PlayStation, Sony and the Art of Being Kaz Hirai
So you’re the CEO of a unit within a global brand that just lost the banking and personal details of around 100 million users around the world. You still don’t know who hacked into your system, your stock price is down, the U.S. Congress is banging on your door for answers and middle America has a class action lawsuit breathing down your neck. So what do you?
You don your best suit, situate yourself at the helm of your glass encased Tokyo high-rise office with the city’s arteries of luxury cars beaming kaleidoscope lights in the background, you paint on your sexiest sly grin, and turn on the camera. You then tell the Internet that you understand its pain. And you’re very sorry about the troubles you’ve been a part of recently.
But you point out that every relationship has its ups and downs, particularly when a jealous third-party intervenes. At this, your eyes sparkle and you curl the side of your mouth into a muscular hieroglyph that reads empathy and fun. You tell the Internet that everything is going to be alright. You outline a plan to not only insure this promise with your company’s cash, but then present a shiny “welcome back” trinket designed to express your true contrition and desire to win back the love and trust another party would see so roughly violated.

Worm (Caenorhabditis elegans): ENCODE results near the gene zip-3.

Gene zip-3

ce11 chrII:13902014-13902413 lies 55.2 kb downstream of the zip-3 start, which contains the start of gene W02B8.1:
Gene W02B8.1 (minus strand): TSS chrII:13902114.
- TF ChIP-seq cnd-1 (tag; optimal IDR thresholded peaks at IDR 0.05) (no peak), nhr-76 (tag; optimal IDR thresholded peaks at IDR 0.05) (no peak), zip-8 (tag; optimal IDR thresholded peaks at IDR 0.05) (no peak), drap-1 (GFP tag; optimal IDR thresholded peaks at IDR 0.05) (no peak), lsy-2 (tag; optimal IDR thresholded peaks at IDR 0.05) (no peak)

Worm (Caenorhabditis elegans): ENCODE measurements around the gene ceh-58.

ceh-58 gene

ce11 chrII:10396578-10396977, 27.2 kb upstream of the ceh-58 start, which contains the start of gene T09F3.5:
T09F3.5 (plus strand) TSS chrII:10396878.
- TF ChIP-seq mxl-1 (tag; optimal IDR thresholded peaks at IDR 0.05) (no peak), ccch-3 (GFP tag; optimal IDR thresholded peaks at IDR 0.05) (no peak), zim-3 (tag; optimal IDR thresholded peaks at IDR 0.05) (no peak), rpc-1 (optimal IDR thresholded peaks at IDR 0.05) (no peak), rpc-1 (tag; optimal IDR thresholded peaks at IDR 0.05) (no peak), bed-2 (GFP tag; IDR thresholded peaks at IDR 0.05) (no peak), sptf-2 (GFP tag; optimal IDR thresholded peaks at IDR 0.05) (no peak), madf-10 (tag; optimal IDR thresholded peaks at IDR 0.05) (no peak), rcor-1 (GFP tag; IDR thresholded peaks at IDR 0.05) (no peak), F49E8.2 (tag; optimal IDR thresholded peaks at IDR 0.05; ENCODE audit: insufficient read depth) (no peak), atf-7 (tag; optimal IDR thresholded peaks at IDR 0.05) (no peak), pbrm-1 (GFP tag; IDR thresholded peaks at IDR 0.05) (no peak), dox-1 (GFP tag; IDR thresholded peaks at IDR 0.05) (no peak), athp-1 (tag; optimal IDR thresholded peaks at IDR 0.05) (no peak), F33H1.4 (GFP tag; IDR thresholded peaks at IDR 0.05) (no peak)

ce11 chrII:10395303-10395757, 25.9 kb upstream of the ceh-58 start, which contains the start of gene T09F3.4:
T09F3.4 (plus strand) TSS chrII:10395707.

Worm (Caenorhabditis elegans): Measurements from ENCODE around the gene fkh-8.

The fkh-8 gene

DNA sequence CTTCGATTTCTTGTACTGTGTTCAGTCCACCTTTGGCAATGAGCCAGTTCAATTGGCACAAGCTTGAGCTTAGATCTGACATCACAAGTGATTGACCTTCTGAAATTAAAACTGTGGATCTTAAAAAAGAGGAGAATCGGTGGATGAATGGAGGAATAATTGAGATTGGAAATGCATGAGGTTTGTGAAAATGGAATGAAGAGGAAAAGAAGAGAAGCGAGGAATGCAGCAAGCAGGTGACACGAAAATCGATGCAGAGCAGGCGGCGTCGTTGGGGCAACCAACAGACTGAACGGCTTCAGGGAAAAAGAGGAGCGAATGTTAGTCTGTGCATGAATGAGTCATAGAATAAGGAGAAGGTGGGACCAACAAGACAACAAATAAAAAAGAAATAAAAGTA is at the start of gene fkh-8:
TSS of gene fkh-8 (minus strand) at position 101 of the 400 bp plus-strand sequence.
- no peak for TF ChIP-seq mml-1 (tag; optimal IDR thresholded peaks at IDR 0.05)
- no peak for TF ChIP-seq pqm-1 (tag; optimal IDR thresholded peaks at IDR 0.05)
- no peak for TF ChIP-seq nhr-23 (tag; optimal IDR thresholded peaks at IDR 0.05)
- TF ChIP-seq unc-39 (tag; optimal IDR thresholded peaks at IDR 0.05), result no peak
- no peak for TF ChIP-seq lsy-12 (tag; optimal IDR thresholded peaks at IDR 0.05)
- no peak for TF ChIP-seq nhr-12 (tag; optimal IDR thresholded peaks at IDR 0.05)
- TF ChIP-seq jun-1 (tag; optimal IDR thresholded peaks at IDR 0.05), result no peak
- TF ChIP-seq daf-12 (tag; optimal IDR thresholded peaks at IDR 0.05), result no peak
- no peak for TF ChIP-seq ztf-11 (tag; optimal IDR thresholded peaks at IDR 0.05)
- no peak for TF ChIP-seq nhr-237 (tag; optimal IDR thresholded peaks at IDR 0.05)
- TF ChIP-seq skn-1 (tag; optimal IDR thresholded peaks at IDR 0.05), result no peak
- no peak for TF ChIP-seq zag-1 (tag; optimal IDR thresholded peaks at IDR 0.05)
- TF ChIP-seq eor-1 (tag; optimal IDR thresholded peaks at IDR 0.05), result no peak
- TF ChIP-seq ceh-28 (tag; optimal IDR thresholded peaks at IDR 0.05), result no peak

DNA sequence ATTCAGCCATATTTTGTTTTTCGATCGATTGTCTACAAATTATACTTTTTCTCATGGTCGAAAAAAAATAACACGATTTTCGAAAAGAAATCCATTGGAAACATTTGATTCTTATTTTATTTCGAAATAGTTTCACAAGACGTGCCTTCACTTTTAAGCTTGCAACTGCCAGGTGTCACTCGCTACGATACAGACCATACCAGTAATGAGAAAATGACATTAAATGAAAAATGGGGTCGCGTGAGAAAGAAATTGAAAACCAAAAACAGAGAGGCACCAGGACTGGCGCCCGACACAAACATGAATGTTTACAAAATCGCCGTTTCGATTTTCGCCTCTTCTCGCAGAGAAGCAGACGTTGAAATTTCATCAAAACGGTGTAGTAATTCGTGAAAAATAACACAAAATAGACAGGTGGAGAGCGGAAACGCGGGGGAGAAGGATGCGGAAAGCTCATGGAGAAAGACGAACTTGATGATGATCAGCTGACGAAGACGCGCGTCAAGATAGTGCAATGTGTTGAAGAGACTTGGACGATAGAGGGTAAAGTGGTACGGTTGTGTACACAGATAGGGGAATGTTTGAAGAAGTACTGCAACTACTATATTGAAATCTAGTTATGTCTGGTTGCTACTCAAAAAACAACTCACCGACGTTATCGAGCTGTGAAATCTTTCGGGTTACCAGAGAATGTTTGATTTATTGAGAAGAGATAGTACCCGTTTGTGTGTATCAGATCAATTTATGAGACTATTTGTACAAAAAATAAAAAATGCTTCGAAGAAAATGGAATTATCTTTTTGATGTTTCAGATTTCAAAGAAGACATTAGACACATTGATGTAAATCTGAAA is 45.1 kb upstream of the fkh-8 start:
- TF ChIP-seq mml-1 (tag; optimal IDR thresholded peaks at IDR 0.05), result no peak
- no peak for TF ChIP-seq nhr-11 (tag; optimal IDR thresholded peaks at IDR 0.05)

You do all this in English, not your native language, but a language you have sculpted to the contours of your lips with such measured persistence that only the best ears can tell that you’re actually thinking in obscure Far East pictograms. You close by reminding the Internet why this beautiful relationship started in the first place. Your recall the trust, the good times, the bond forged over decades.
And just at that moment, you wink at the camera so rapidly that it appears to the casual observer as a glint of light skating across your cornea. Once more, that reassuring not-quite-a-smile. And then, you sign off.
This is the art of being Kazuo Hirai. Click here for the video.